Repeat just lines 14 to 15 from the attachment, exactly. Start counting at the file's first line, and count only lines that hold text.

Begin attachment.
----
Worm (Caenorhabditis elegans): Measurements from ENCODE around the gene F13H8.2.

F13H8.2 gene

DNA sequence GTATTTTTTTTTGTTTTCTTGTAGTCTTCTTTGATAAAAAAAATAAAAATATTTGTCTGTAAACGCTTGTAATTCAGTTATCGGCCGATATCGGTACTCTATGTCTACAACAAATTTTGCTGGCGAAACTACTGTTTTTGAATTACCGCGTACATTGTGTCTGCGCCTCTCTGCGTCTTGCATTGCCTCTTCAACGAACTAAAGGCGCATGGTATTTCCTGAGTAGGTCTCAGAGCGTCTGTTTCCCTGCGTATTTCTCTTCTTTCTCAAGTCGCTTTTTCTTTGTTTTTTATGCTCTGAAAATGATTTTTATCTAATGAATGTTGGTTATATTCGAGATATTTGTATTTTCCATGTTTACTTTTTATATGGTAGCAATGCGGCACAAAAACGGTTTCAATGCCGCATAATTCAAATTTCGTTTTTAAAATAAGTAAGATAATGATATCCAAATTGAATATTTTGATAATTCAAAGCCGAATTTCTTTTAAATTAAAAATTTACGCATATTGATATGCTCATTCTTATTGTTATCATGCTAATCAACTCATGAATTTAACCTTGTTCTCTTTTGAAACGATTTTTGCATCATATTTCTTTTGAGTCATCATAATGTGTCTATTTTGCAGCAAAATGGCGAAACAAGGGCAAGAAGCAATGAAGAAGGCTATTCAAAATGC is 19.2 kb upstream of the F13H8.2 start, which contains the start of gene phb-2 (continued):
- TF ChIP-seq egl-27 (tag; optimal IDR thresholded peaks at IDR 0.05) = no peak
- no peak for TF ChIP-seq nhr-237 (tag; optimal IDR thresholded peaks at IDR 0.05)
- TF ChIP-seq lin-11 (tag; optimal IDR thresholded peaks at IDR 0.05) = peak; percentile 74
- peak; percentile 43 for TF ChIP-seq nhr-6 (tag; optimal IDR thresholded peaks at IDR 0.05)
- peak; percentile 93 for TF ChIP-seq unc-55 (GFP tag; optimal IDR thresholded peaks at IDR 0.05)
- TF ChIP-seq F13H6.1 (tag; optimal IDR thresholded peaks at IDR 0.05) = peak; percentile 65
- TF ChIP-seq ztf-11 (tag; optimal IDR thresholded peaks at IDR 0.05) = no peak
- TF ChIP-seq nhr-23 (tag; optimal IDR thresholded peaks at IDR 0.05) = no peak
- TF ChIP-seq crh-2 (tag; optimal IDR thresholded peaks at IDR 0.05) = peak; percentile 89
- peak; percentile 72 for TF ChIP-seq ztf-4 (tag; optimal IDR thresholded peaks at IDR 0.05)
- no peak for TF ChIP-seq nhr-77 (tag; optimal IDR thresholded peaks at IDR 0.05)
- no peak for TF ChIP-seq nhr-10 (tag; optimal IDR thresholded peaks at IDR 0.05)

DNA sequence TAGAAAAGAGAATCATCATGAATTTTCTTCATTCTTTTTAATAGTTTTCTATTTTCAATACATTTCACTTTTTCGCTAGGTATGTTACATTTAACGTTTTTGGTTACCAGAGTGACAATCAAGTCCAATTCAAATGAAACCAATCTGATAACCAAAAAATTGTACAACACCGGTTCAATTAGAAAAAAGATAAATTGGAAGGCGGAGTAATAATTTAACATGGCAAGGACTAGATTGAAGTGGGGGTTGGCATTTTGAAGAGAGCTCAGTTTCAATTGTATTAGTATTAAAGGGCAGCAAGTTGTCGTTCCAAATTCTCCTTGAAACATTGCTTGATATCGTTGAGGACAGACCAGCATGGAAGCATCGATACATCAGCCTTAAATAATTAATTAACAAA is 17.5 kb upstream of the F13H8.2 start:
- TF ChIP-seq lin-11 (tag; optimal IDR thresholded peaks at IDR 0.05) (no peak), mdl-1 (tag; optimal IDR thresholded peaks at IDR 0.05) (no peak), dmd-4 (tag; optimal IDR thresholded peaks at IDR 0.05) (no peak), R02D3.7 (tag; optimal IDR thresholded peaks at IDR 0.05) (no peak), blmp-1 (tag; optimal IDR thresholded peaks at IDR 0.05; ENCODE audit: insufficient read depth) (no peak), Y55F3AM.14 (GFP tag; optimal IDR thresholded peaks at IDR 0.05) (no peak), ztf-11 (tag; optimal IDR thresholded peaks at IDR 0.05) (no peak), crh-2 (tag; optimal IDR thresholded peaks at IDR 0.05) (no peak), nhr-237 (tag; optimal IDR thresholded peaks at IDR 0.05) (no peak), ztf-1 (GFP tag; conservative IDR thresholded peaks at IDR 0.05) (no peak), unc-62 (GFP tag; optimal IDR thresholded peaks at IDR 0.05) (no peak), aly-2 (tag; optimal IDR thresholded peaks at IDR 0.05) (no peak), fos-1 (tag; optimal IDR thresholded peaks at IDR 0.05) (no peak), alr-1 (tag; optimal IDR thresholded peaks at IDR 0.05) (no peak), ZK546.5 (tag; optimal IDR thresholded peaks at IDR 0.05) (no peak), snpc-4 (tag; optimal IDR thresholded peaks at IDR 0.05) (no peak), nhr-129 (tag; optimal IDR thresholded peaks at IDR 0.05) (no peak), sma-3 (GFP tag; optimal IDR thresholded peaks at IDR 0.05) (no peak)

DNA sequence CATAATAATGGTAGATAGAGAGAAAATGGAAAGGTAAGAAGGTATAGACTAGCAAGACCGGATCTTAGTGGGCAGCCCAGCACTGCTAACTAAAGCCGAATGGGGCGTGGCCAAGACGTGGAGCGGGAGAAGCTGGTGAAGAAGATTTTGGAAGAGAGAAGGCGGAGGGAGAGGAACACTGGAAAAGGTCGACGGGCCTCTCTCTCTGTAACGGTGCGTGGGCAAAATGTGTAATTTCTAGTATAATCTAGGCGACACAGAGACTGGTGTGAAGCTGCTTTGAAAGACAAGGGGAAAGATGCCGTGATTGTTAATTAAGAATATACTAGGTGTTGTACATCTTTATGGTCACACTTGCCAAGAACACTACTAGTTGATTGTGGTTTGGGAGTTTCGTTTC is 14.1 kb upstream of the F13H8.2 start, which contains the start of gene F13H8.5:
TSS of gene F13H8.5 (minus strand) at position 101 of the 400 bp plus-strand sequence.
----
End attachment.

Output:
- no peak for TF ChIP-seq nhr-77 (tag; optimal IDR thresholded peaks at IDR 0.05)
- no peak for TF ChIP-seq nhr-10 (tag; optimal IDR thresholded peaks at IDR 0.05)